Business, TECH

Why Every Business Needs a Fraud Prevention Checklist

Maintaining an effective checklist can help your business prevent fraud. Ensure you communicate security awareness and antifraud policies to employees, require key accounting personnel to rotate vacation and job duties, and regularly perform a physical inventory of inventory and fixed assets. The most common forms of occupational fraud include asset misappropriation (check tampering and billing schemes), payroll fraud, expense reimbursements and financial statement fraud. In addition, a fraud hotline or suggestion box can help deter fraudulent activity and may lead to more timely detection of fraud.


A fraud checkup is a good way to assess whether your business has the controls to prevent and detect fraud. This is true regardless of what you sell or where you do business, as fraudsters will always seek opportunities. It doesn’t matter if you sell e-commerce goods, SaaS software, travel services or even pet food: as long as credit cards or other forms of electronic payment are accepted on your website, there is a risk that fraud will be committed. Moreover, fraudsters do not discriminate between high-value items and low-value goods. Low-value products are often used to test stolen credit card numbers and the limits of the fraudulent card. Another area where fraud prevention is critical is within the organization itself. Employees are known to be a common source of fraud, with the Association of Certified Fraud Examiners’ “Report to the Nation on Occupational Fraud and Abuse” showing that the typical organization loses about 5 percent of its annual revenue to internal theft. Educating employees on what constitutes fraud and providing regular training is an effective deterrent. Also, having strict policies communicated to all employees can reduce the risk of fraud. Lastly, maintaining accurate accounting records by reconciling bank and other control accounts every month and reviewing financial reports every quarter is crucial.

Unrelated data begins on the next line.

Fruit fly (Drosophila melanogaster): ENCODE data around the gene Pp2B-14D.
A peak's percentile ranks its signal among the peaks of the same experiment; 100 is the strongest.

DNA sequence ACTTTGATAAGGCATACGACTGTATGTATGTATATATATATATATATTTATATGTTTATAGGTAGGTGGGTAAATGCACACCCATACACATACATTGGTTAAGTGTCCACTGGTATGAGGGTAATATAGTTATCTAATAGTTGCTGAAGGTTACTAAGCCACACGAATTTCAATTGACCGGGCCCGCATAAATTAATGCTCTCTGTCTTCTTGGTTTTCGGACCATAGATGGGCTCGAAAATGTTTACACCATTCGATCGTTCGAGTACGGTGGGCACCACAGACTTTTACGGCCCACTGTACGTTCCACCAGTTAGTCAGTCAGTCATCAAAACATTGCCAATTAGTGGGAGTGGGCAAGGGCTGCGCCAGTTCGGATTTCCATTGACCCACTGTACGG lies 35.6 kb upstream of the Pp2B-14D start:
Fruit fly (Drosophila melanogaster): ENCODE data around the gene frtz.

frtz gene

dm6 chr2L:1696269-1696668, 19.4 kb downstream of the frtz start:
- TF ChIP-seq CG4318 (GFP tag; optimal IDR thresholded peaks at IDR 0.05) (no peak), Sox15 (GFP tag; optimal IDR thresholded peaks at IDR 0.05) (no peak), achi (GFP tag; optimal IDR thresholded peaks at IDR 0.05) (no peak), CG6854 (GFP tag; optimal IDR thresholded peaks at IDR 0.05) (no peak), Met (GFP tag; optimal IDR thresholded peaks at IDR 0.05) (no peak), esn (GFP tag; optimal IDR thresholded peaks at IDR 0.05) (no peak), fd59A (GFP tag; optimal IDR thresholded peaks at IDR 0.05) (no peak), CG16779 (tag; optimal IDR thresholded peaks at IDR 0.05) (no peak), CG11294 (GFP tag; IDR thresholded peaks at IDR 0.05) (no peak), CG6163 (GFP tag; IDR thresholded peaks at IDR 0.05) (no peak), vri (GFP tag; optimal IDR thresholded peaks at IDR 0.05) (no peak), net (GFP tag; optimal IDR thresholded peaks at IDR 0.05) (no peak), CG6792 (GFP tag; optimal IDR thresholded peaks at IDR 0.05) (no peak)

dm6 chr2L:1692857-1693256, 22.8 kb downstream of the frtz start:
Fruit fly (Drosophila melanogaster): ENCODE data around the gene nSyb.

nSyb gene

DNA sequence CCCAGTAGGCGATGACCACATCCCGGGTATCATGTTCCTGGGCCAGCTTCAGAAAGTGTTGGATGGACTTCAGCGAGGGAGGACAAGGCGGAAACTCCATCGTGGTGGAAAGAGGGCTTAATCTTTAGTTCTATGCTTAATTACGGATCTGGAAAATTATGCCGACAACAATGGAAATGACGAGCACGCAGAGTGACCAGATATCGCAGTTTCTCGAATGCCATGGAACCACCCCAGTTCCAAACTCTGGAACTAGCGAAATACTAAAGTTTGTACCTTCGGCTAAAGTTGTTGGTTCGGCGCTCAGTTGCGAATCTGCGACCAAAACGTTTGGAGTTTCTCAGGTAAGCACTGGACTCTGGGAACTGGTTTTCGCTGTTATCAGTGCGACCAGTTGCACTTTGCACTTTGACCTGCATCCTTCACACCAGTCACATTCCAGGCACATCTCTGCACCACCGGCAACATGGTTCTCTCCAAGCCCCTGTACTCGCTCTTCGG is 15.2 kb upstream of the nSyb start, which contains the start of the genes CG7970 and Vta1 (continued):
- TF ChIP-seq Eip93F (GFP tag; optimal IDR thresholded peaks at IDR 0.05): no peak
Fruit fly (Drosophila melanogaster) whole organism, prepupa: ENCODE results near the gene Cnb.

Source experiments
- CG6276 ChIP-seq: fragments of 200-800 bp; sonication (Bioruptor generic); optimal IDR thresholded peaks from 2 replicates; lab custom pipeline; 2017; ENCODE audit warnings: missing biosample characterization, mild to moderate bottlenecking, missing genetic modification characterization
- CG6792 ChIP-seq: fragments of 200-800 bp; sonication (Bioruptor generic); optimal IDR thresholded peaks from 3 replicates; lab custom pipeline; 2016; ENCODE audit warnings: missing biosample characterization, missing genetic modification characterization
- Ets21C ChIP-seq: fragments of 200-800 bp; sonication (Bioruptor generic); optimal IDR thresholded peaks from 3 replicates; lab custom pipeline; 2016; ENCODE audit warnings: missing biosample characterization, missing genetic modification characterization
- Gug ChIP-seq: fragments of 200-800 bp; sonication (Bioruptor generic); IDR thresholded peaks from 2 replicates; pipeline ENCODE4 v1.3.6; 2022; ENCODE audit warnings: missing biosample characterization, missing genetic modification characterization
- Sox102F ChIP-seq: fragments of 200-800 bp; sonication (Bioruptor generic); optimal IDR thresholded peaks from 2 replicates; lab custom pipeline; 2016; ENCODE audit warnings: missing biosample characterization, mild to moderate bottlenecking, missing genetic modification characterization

Fraud detection is critical to stopping criminal activity, protecting businesses and consumers from financial losses. This includes credit card fraud, identity theft, account takeover and phishing scams, among other threats.

A robust fraud prevention strategy should include the ability to detect suspicious transactions and alert teams with real-time notifications when suspicious patterns are detected. This will allow them to act quickly and stop the crime before it becomes a bigger problem. Many types of fraud can be seen through machine learning, including predictive analytics, regression analysis and exception-based reporting (EBR). EBR is a strategy used in loss prevention and operations management (among others) to identify anomalies in everyday operations. All of these techniques analyze a dataset and identify relationships between variables, which can help predict whether a transaction is fraudulent. A good detection process should also include document verification to ensure that documents are authentic and not manipulated. This can consist of checking that a driver’s license or passport is legitimate, that a business address on a bank statement matches that of the customer and that a signature is valid. A strong fraud detection system should also include the ability to flag potentially fraudulent activities based on how customers behave online. For example, if multiple transactions are made within a short period, or customers often log in from unfamiliar devices or locations, this could indicate fraud. A system that tracks user behavior and uses device fingerprinting, data enrichment, and reverse media lookup can help flag this activity.